It has been nearly 30 years since Francis Poulenc’s haunting opera “Dialogues of the Carmelites” was staged in Baltimore. No telling when or if it might return, so the opportunity offered this weekend by Peabody Opera Theatre should not be passed up.
This uneven, but ultimately moving, production marks the third annual collaboration between Peabody Conservatory and the Modell/Lyric Performing Arts Center.
The public does not seem to appreciate the value of the venture; attendance each year has been modest, as was the case again Friday night for the first of two performances of “Dialogues.” This valuable partnership deserves to be sustained, not to mention enhanced — increased funding would enable larger, more Lyric-scaled sets, for one thing.
Poulenc’s opera, based on the true story of the Carmelites of Compiegne who were martyred during the French Revolution, focuses on the intimate side of the story.
Blanche, the young, fearful woman of means who decides to enter a convent, is a timeless study in human frailty, dignity and sacrifice. The young nun she befriends, Constance, provides a disarming example of naivete and tenderheartedness. The Prioress, Madame de Croissy, offers disturbing, ever-relevant lessons in the nature of faith and how easily it can be lost.
And so it goes through the rest of the characters in this haunting opera, each one given dimension by Poulenc’s distinctive music.
The composer’s style, with its largely conversational setting of text and darkly lyrical harmonic language, does not appeal instantly to everyone. But those who fall under its spell never tire of the hypnotic pull.
When a poignant melodic line emerges, when a rich chord gets even richer as instrumental colors shift, the effect is magical. And there is no finale in any opera more chilling and riveting than the one Poulenc created for the final scene, when the nuns make their prayerful march to the guillotine. The music achieves a profound beauty that can stay with you for hours afterward.
On Friday night, Alexandra Razskazoff sang radiantly as Blanche. The soprano’s creamy timbre and vividly communicative phrasing, not to mention nuanced acting, gave the character affecting depth. Razskazoff was especially incisive in the scene when Blanche refuses her brother’s entreaties to leave the convent.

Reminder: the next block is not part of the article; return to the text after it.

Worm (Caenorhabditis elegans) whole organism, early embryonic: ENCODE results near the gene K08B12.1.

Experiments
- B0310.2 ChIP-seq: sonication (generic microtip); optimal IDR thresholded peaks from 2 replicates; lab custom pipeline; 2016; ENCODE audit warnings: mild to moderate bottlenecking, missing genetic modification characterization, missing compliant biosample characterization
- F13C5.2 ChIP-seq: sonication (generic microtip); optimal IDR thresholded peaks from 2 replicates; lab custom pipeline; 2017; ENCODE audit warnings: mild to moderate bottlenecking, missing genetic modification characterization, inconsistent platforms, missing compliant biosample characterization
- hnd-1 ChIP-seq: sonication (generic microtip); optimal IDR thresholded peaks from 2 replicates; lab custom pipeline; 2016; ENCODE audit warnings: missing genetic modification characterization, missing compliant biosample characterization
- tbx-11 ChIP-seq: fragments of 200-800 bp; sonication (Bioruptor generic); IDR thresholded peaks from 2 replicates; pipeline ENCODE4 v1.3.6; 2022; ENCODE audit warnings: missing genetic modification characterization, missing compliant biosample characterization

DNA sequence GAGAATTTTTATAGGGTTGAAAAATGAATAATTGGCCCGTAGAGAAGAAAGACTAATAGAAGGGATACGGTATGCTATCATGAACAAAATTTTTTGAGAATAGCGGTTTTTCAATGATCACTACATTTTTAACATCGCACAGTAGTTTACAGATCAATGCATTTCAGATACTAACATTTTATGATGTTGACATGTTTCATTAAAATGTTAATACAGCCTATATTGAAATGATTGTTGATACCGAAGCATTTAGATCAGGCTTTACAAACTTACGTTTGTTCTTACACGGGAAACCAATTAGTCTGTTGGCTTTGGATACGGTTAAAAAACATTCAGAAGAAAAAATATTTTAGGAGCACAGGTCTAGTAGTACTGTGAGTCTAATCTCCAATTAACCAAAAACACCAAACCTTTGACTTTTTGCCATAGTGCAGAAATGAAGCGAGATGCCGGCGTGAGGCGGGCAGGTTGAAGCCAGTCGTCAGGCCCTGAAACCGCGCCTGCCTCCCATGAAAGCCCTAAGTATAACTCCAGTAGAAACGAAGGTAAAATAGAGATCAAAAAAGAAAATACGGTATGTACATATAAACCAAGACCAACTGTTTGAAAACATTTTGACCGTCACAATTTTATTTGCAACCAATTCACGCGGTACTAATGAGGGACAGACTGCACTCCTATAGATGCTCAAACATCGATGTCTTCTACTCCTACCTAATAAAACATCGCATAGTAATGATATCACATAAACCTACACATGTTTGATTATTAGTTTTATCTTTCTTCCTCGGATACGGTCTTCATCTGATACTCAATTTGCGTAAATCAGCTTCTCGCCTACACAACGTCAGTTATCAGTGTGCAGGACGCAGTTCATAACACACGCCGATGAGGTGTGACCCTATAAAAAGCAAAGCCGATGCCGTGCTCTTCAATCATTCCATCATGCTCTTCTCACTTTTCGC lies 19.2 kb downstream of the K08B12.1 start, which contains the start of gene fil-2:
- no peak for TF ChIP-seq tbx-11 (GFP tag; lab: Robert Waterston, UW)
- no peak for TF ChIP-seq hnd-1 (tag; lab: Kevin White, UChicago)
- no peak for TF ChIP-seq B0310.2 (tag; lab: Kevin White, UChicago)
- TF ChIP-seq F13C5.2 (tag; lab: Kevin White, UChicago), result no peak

Brieann Pasko’s light, bright soprano proved generally effective in an endearing portrayal of Constance. As the gravely ill Madame de Croissy, who has a deathbed premonition of the sisters’ fate, Cynthia Elkins lacked tonal warmth at times, but her fervent phrasing hit home.
Among the other cast members, those showing a good deal of promise included Huanhuan Ma as Madame Lidoine, the new Prioress charged with guiding the nuns as the revolution closes in; and Jaenam Teri Lee as the chaplain forced into hiding.
In the pit, there were occasional intonation and articulation issues, but the Peabody Symphony Orchestra offered expressive warmth throughout. Conductor Steven White guided the performance with admirable sensitivity and concern for subtle detail.
Daniel Ettinger’s bare-bones set, superbly lit by Donald Edmund Thomas, allows for fluid scene changes.
Stage director Patrick Diamond guides the action effectively, for the most part, but a quick walk-on by the whole cast in the opera’s opening minutes doesn’t quite work. Showing a person in modern attire reading a book on one side of the stage wears thin as a way to illustrate the continued resonance of the story. Same for having the chorus pop up similarly dressed.
Most disappointing, though, is Diamond’s handling of the finale. Instead of sending the nuns offstage one by one to face the blade, the production takes a head-on, metaphoric approach. The idea makes a certain sense, but it just doesn’t have enough impact. Fortunately, the incredible music for that scene still does.